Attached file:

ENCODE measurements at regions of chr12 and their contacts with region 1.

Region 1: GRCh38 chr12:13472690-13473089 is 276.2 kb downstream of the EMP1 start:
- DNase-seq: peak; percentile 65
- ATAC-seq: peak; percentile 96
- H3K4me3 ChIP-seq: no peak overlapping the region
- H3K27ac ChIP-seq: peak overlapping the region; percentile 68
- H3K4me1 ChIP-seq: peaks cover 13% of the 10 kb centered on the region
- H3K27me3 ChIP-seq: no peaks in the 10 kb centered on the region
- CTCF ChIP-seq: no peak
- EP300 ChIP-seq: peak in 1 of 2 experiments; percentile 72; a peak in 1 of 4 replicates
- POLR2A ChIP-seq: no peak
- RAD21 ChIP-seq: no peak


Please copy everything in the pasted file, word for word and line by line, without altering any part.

ENCODE measurements at regions of chr12 and their contacts with region 1.

Region 1: GRCh38 chr12:13472690-13473089 is 276.2 kb downstream of the EMP1 start:
- DNase-seq: peak; percentile 65
- ATAC-seq: peak; percentile 96
- H3K4me3 ChIP-seq: no peak overlapping the region
- H3K27ac ChIP-seq: peak overlapping the region; percentile 68
- H3K4me1 ChIP-seq: peaks cover 13% of the 10 kb centered on the region
- H3K27me3 ChIP-seq: no peaks in the 10 kb centered on the region
- CTCF ChIP-seq: no peak
- EP300 ChIP-seq: peak in 1 of 2 experiments; percentile 72; a peak in 1 of 4 replicates
- POLR2A ChIP-seq: no peak
- RAD21 ChIP-seq: no peak